Genomic DNA (gDNA) was isolated from the hybrid cells of passages p6* and p16* using the Puregene Core kit B (Qiagen, Valencia, CA). Whole genome amplifications were performed employing the MDA technique (Dean et al. 2002) with Repli-G minikits (Qiagen). To ensure optimal conditions for the amplification, each reaction used 75 ng template DNA. Three sets of whole genome amplifications were performed (1) amplifications of gDNA samples from eleven RH cell lines of passage p6*, (2) gDNA samples from five of the eleven RH cell lines were additionally whole genome amplified in six replicate reactions, (3) for all clones re-amplifications of the first wgaDNA samples were performed. Prior to DNA quantification and genotyping, wgaDNA, was purified using microcon centrifugation filters (Millipore Corporation, MA) to eliminate nonspecific primers and WGA reagents.


To investigate changes in the donor genome content between distinct cell line passages, 46 sequence-tagged site (STS) markers (Table A1) distributed evenly across macaque chromosome 5 (Mmu15) were genotyped on gDNA from both passage p6* and P16* of the eleven cell lines. The genotyping was performed in duplicate using standard PCR protocols as described (Karere et al. 2008). The reliability of the wgaDNA for RH typing was determined by typing markers on 30 ng of wgaDNA sample, which was equivalent to a dilution of 1:40 of the WGA reaction in TLE buffer. Hamster and macaque gDNA samples were used as controls in both whole genome amplification reactions and PCRs. To test the quality of whole genome amplification, four hamster STS markers (Table 1) were typed on wgaDNA diluted at 1:40, 1:400 and 1:4000. Hamster STS PCRs were carried out using standard template DNA concentrations at an annealing temperature of 60°C. The PCR products were separated on 2% agarose gels, visualized by ethidium bromide staining, digitally recorded, and scored with GelScore software (<www.wesbarris.com/GelScore>). For the concordance calculations of the genotyping results, all STS markers that were consistently negative for a specific RH clone were excluded from any consideration to enhance the validity of the analysis.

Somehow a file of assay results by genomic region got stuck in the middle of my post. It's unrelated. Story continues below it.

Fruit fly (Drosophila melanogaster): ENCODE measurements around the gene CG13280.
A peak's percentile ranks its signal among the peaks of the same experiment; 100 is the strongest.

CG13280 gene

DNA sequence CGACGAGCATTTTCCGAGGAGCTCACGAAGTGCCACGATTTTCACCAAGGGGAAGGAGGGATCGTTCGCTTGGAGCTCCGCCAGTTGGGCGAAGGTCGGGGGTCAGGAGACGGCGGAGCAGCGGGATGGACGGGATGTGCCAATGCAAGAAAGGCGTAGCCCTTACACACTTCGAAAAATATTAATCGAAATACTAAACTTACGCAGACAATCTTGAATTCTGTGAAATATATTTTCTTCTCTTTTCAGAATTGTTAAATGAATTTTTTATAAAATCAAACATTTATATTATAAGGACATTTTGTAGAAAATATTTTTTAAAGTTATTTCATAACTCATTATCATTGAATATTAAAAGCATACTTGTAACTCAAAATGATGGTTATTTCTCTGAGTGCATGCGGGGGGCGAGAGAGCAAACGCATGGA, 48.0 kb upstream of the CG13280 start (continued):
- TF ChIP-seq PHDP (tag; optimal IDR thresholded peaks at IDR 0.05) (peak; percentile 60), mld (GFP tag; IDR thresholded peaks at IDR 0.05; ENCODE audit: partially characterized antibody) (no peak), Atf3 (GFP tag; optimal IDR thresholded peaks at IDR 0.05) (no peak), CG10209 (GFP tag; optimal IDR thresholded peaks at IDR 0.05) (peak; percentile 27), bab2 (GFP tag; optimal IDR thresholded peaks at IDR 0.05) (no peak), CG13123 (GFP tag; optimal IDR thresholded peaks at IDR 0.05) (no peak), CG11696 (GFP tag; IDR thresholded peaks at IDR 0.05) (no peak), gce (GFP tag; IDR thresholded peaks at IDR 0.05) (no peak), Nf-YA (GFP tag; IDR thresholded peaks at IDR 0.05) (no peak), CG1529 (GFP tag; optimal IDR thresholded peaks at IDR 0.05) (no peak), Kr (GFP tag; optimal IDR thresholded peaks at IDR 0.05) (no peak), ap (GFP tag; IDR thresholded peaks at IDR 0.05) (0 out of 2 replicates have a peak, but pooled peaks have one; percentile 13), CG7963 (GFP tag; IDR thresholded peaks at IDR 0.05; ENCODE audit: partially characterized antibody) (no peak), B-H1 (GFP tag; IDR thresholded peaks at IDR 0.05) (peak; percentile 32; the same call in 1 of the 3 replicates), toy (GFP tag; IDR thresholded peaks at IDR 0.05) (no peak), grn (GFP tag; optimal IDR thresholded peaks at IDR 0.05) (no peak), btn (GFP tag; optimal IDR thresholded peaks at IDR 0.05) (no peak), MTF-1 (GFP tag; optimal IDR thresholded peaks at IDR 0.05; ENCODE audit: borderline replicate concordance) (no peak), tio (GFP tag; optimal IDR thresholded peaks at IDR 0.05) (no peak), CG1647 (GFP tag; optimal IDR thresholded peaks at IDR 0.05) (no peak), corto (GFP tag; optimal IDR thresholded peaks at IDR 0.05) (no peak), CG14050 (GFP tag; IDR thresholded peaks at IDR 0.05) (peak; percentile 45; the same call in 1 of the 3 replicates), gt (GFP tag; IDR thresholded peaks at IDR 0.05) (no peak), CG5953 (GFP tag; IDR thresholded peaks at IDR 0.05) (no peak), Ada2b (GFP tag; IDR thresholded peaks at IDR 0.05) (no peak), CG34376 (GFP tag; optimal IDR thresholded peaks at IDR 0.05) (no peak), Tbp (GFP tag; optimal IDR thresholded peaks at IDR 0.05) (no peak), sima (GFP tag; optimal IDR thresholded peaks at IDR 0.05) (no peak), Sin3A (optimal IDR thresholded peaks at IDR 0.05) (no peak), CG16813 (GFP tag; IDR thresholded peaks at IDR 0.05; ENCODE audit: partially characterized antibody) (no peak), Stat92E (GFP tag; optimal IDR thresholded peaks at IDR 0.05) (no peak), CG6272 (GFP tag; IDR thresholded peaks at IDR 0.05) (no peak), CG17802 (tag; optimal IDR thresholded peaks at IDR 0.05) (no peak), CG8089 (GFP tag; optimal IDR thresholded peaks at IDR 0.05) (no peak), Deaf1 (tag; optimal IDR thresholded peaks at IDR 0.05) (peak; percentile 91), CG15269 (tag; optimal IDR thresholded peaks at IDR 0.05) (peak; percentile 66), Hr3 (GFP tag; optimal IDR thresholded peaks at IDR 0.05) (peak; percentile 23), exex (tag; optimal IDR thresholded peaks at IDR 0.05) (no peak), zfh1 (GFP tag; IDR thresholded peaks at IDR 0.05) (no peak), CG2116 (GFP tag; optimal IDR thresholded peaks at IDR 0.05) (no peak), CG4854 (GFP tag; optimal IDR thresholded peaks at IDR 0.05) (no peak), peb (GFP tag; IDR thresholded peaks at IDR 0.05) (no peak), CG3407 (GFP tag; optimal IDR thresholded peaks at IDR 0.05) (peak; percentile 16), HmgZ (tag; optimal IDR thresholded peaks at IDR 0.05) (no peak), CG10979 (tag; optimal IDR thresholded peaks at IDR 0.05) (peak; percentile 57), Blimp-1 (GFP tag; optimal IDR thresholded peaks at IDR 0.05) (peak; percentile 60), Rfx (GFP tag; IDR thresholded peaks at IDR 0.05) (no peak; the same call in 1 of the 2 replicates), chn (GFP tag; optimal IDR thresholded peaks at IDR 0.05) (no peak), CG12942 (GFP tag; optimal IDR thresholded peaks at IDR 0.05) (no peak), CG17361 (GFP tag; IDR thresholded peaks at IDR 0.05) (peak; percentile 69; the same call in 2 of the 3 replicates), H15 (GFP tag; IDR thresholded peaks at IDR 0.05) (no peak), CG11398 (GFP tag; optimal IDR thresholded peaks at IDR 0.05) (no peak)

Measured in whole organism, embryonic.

Table A1.  Genotype comparisons between passages p6* and p6, p16*, or, p6* wga. The table presents the genotyping raw data of the PCR analyses (‘1’ represents amplification of the particular marker in the cell line. ‘0’ indicates no amplification of the particular marker in the cell line). The markers are ordered according to their relative positions in the RH map of rhesus macaque chromosme 5 (Karere et al. 2008). Colored cells indicate a change of the genotyping status in comparison to passage P6*. The five loci ‘gained’ and ‘lost’ in P6* in clone 147 are indicated in red.
RH clonesp6*wgap6p16*p6wgap6p16*p6*wgap6p16*p6*wgap6p16*p6*wgap6p16*p6*wgap6p16*p6*wgap6p16*p6*wgap6p16*p6*wgap6p16*p6*wgap6p16*p6*wgap6p16*
  1. The absence or presence of markers is noted by a “0” or “1” respectively. The markers are ordered according to their relative positions in the RH map of rhesus macaque chromosome 5. Colored cells indicate a change of the genotyping status in comparison to passage P6*. The five loci ‘gained’ in P16* and ‘lost’ in P6* in clone 147 are indicated in red color.

Table 1.  Chinese hamster (Cricetulus griseus) STS primer sequences tested in the macaque RH clones.
MarkerForward (5′– 3′)Reverse (5′– 3″)